Try volunteer work
- providing instruction in a computer skill you know well to the staff of a nonprofit organization;
- designing a poster or newsletter using your desktop publishing skills;
- drafting a report;
- organizing a fund-raising event.
You may be able to combine your volunteer work with class assignments. This is more likely to be an option when you are working on a larger assignment given toward the end of a class or in an advanced class in your major. For example, your final project for a computer class might be to design a web site. You could ask the volunteer clearinghouse whether any agencies need someone to design a web site, and then create one for them.
Find an internship
Public and private organizations often have internship programs, particularly for college students during summer or a semester of full-time work. Although interns may do the same or similar work as entry-level employees or volunteers, the major difference is the intent of the employer. If the employer sets up a time-limited work experience that is educational in nature, then it is an internship.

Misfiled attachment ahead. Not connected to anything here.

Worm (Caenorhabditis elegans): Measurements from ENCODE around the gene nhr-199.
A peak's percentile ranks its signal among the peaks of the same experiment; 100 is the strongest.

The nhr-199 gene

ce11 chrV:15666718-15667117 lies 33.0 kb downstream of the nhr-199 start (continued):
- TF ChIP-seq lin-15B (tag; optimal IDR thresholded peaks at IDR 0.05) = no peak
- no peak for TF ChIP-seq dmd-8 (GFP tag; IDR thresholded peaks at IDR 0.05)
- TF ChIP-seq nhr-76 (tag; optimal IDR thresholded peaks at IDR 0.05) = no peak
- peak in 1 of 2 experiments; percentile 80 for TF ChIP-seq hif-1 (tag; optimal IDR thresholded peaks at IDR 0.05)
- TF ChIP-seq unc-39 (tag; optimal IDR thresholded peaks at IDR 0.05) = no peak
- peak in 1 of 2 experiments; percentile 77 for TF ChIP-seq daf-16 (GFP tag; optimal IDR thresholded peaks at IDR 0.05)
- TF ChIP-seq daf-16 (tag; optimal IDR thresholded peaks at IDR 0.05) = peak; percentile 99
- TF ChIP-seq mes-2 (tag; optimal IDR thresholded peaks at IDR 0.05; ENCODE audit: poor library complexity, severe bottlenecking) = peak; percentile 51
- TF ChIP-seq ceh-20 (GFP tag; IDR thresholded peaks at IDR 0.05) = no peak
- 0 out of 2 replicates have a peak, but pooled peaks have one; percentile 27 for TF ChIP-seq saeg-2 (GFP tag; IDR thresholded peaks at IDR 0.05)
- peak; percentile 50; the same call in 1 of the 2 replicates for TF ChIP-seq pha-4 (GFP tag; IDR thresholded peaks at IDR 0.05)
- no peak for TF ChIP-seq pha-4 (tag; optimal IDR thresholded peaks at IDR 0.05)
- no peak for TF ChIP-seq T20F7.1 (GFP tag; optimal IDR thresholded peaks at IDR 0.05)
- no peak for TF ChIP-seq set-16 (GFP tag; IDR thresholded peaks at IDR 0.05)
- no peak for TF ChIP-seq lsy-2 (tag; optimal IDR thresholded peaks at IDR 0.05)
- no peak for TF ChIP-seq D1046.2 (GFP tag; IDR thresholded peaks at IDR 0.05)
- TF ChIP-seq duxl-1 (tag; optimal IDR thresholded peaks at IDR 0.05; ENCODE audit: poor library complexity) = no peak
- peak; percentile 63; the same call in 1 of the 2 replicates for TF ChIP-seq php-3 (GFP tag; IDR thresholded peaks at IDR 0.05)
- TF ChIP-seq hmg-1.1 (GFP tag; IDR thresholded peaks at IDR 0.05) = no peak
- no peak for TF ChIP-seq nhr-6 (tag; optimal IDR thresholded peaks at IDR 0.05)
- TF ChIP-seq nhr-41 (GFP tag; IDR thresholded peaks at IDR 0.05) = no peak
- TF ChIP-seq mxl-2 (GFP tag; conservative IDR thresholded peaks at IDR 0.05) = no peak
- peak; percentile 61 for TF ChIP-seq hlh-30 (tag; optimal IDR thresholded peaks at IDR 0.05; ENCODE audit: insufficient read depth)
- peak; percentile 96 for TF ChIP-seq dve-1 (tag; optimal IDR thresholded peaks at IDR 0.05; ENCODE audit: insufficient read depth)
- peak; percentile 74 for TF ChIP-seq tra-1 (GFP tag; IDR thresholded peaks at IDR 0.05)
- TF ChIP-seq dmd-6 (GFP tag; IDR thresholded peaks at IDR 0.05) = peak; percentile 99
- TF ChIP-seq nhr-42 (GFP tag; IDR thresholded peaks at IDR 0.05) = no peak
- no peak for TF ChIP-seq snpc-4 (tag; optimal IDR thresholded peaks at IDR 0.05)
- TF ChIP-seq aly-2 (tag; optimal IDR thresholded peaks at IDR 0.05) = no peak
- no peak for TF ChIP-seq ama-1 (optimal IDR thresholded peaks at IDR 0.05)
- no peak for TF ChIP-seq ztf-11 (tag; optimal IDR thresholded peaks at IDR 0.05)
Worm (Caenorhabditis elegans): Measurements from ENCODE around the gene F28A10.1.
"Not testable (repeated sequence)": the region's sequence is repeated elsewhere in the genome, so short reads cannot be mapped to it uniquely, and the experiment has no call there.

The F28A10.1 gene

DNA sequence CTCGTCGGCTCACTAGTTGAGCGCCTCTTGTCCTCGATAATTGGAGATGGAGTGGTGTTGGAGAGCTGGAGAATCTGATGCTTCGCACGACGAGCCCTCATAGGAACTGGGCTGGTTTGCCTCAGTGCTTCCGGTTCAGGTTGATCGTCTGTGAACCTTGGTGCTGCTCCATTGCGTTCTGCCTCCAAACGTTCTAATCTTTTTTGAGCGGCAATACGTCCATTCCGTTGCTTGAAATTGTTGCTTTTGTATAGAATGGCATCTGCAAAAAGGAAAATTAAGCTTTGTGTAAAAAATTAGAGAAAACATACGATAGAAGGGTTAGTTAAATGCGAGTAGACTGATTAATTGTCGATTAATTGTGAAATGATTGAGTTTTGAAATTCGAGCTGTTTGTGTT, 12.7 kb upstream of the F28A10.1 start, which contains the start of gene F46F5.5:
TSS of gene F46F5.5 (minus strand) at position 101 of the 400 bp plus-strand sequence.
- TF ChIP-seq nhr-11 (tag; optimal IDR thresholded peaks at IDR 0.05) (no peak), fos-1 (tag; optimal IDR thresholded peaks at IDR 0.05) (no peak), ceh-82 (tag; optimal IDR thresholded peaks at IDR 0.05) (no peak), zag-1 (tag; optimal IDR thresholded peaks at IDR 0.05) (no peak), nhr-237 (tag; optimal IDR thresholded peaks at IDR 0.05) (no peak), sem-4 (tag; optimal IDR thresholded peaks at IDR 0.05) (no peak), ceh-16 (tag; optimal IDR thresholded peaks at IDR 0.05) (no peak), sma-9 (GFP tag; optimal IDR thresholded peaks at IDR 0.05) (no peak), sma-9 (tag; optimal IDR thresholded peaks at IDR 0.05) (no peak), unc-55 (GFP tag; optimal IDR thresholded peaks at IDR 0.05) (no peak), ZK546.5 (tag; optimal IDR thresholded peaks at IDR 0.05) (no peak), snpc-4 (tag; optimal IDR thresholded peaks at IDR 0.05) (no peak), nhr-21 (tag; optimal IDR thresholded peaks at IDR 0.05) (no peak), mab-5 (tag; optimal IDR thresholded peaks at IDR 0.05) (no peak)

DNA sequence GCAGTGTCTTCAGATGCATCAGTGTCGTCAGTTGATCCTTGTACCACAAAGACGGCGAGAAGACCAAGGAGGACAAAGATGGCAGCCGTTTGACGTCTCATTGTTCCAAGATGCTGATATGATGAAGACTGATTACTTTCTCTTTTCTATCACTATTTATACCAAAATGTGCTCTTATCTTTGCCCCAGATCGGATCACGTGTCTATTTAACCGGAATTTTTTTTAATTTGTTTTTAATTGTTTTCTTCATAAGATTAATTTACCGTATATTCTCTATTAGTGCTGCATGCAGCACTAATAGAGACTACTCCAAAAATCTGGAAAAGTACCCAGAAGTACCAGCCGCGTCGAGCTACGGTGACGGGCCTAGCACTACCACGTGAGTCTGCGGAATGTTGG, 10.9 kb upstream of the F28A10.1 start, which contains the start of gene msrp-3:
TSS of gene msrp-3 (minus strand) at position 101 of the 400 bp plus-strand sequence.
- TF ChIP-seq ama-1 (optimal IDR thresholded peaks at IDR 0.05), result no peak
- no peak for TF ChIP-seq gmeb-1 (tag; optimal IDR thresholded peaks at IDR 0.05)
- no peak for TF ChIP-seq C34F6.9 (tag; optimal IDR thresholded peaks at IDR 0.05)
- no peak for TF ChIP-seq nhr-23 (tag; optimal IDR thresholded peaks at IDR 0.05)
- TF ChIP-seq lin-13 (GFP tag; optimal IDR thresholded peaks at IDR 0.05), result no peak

Good internships sometimes offer opportunities for all the interns to get together, to attend occasional seminars or tours, or to sit in on meetings that might or might not be absolutely relevant to the intern's assignment. Ideally, any internship you take should be modeled on a medical internship - have actual duties that help the company or institution you are working for, be closely supervised, be time-limited, and offer opportunities to learn as you earn. In some fields, such as journalism, publishing, and politics, the internship has replaced the entry-level job as the test-job for advanced paid employment.
- advertisements and announcements at the school career center;
- books on college internships, which should be available in your school library;
- other students who have had internships;
- writing or telephoning organizations and offering yourself as an intern.
- It is more likely to take place over the phone.